It’s nine hours home from Wilmore. It’s not a quick kind of ride. I have the original Nano that cannot store the entirety of my music library, which in all honesty is not that extensive. I rarely update it anyway and end up listening to the same old stuff; however, this trip home led me to explore some high school era fads, namely Five Iron Frenzy. Ahhh, my ska days…another desperate attempt for me to be both cool and Christian. Charley and I sing to the top of our lungs more reminiscing and being playful than reflecting on the lyrics. Then we get to “Where the Zero meets the Fifteen.” The song narrates a tipping point moment for its author who begins to realize the gravity of desperation around him and his own incompetence to evoke lasting change. I guess I began to identify with the music because I had to start fighting back tears.
I am learning that the counselor’s chair is a hard one in which to sit. I am charged with sifting through the pieces of a lot of broken lives. My original conceptualization, during college as I first started this vocation, was one that foresaw my “saving” people from their heartaches. I was voted “most likely to ‘save’ the world” in high school after all. So far, this vision has been shattered. Instead, I find myself crawling up beside another bent-over individual searching for the missing pieces and hoping that in some small way I am a help. I found myself crying out with the singer and asking God what it is that I contribute, really? The lyrics go,
I put my face down in my hands,
water wells inside my eyes.
What do I have to give them?
Does it matter if I try?
I can't stand to see you suffer,
I try to intellectualize,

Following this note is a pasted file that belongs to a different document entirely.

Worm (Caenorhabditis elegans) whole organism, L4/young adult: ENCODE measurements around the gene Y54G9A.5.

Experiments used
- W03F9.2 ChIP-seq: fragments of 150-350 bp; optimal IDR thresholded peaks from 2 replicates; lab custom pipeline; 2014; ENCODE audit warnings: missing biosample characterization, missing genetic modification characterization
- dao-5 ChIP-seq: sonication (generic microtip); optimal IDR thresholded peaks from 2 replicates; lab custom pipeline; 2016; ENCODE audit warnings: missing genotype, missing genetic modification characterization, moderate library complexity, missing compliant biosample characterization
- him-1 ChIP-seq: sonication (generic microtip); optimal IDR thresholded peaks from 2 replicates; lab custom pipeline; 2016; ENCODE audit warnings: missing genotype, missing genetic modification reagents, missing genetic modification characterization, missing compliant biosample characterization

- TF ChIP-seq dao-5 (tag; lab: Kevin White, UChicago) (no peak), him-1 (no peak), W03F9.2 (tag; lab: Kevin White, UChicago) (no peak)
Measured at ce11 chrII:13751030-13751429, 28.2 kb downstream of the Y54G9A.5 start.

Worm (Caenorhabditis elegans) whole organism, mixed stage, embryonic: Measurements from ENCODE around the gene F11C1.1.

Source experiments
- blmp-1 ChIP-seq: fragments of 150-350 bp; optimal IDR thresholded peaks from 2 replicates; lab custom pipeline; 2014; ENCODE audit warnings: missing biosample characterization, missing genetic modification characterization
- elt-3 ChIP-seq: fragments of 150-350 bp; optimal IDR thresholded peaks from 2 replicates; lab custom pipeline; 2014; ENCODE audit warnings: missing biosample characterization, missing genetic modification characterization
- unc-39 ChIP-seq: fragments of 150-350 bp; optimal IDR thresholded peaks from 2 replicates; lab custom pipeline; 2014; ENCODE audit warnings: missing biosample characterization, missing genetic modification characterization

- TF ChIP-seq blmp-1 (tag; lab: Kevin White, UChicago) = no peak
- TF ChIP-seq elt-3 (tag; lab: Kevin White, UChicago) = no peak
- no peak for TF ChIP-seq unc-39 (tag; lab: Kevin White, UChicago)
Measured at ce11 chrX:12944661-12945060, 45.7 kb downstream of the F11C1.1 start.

a formula to end your pain,
it doesn't work,
God knows I've tried.
I want to try and save the world,
but it never goes that way.
God I don't know what to do,
down at Colfax and Broadway.I don’t intend to be a wet blanket; my purpose is not to be a discouragement, but rather to express this deep yearning to meet the needs of my clients. I want them to see the love of Christ in my service to them, but I also hope for them to be made whole. I don’t have the answers for them. Most of the time I’m struggling to come up with a treatment plan that is efficacious. In my friendships, it’s the same story just with a different twist. I give a very imperfect kind of love. I offer brokenness in exchange for brokenness. It is not despair that I am evoking, but rather, it is a realization that what they need does not come from me. This would be a disconcerting idea if what I was hoping for was to be a form of salvation; however, this is not mine, my family’s, my friend’s, nor my client’s hope. Our hope is not in what I have to offer anyway; it is way beyond me. The reality is that just like the author of the song, all I have to offer is “thirteen cents and a broken pen.”